The LIBOR Market Model (LMM) is an interest rate model based on evolving LIBOR market forward rates. It is also known as the Brace-Gatarek-Musiela (BGM) model, after the authors of one of the first papers where it was introduced. In contrast to models that evolve the instantaneous short rate (Hull-White, Black-Karasinski models) or instantaneous forward rates (Heath-Jarrow-Morton model), which are not directly observable in the market, the objects modeled using LMM are market-observable quantities (LIBOR forward rates). This makes LMM popular with market practitioners. Another feature that makes the LMM popular is that it is consistent with the market standard approach for pricing caps using Black’s formula.
The LMM can be used to price any instrument whose pay-off can be decomposed into a set of forward rates. It assumes that the evolution of each forward rate is lognormal. Each forward rate has a time dependent volatility and time dependent correlations with the other forward rates. After specifying these volatilities and correlations, the forward rates can be evolved using Monte Carlo simulation. Expectations of discounted coupons are then calculated in order to determine the fair value of an instrument. For more information on the LMM see Brigo and Mercurio, Joshi and Hull.
The standard lognormal LMM does not produce the market-observed caplet volatility smile/skew. To produce a skew, the LMM can be extended to incorporate a local volatility model, a stochastic volatility model, a jump diffusion model, or some combination of the above. The next section discusses the standard lognormal LMM in detail. A sub-section at the end discusses the local volatility extensions.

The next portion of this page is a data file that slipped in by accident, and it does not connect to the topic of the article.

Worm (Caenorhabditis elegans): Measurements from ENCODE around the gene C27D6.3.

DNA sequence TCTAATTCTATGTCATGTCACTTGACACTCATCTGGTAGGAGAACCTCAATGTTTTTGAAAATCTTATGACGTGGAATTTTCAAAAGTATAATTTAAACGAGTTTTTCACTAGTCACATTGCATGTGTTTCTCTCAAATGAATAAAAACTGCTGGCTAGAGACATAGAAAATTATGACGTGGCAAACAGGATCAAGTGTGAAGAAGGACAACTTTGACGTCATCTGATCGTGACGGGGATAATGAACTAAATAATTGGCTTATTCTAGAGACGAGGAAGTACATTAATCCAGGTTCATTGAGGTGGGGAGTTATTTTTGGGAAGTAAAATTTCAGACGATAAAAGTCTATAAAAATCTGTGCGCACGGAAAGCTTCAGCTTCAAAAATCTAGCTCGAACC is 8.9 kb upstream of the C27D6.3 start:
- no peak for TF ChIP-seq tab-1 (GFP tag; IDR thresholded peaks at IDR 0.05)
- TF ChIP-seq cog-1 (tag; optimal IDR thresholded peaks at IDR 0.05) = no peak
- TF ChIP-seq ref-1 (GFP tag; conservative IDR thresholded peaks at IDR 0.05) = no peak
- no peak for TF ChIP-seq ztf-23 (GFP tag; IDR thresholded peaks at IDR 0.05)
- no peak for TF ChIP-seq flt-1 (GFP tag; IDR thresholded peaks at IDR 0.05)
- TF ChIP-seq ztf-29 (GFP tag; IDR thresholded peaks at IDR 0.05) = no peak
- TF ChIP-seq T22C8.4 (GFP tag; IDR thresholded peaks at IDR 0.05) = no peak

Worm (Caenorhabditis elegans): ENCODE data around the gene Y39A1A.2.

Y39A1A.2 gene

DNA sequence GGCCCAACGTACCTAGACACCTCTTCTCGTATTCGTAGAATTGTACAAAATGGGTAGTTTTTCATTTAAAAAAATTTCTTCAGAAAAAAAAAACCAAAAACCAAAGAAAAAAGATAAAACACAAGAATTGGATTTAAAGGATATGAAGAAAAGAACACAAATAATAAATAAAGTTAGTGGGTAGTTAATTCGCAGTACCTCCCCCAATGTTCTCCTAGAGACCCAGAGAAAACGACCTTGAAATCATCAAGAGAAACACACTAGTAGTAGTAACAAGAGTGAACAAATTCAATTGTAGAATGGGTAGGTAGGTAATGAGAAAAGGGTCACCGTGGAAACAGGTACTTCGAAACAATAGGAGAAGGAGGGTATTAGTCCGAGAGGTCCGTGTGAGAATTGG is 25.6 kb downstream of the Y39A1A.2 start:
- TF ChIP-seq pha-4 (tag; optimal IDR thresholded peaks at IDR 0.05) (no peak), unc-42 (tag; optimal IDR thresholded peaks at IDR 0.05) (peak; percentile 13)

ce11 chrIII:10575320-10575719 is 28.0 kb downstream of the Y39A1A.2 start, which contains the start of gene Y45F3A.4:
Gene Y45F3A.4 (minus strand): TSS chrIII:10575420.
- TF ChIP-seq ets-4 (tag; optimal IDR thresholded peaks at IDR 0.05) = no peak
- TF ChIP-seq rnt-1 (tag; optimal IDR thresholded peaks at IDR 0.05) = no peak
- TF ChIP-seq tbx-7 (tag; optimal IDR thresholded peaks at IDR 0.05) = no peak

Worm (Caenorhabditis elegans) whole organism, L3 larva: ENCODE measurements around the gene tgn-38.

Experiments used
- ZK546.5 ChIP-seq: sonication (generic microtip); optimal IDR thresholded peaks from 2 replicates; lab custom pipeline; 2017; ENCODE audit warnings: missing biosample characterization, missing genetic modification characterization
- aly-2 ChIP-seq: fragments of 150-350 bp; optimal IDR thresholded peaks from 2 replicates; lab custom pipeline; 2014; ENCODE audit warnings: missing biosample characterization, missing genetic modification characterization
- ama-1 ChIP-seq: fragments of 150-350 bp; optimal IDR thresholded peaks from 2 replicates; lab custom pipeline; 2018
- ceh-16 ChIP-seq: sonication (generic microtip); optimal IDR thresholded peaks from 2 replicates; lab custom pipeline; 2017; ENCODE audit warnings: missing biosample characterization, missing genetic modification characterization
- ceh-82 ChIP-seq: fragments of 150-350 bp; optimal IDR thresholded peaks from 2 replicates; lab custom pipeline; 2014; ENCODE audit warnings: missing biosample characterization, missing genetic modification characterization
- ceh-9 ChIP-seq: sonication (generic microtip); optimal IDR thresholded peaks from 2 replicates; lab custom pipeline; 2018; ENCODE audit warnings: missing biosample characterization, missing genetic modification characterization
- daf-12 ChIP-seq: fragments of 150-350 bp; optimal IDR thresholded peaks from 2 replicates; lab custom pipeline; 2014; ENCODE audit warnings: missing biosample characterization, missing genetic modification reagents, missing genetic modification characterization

Lognormal LIBOR Market Model
Assume that there are forward rates that describe the pay-off of an interest rate derivative. The evolution of each forward rate is described by the stochastic differential equation:
= a standard Wiener process and
= the instantaneous correlation between forward rates and .
The instantaneous lognormal volatility and drift of forward rate are and , respectively. Note that the drift for forward rate can be calculated from the other forward rates and their instantaneous volatilities and correlations. Thus, the instantaneous volatilities and correlations completely describe how forward rates will evolve in the future. The first thing to do is to specify the instantaneous volatilities and correlations.
There are three main approaches for determining the instantaneous volatilities and correlations of forward rates:
- They can be obtained from analyzing historical data.
- They can be obtained by calibrating the model to current market prices of caplets and European swaptions.
- The user can explicitly specify volatilities and correlations based on how he or she believes they will evolve in the future.
A combination of these three approaches can also be used.
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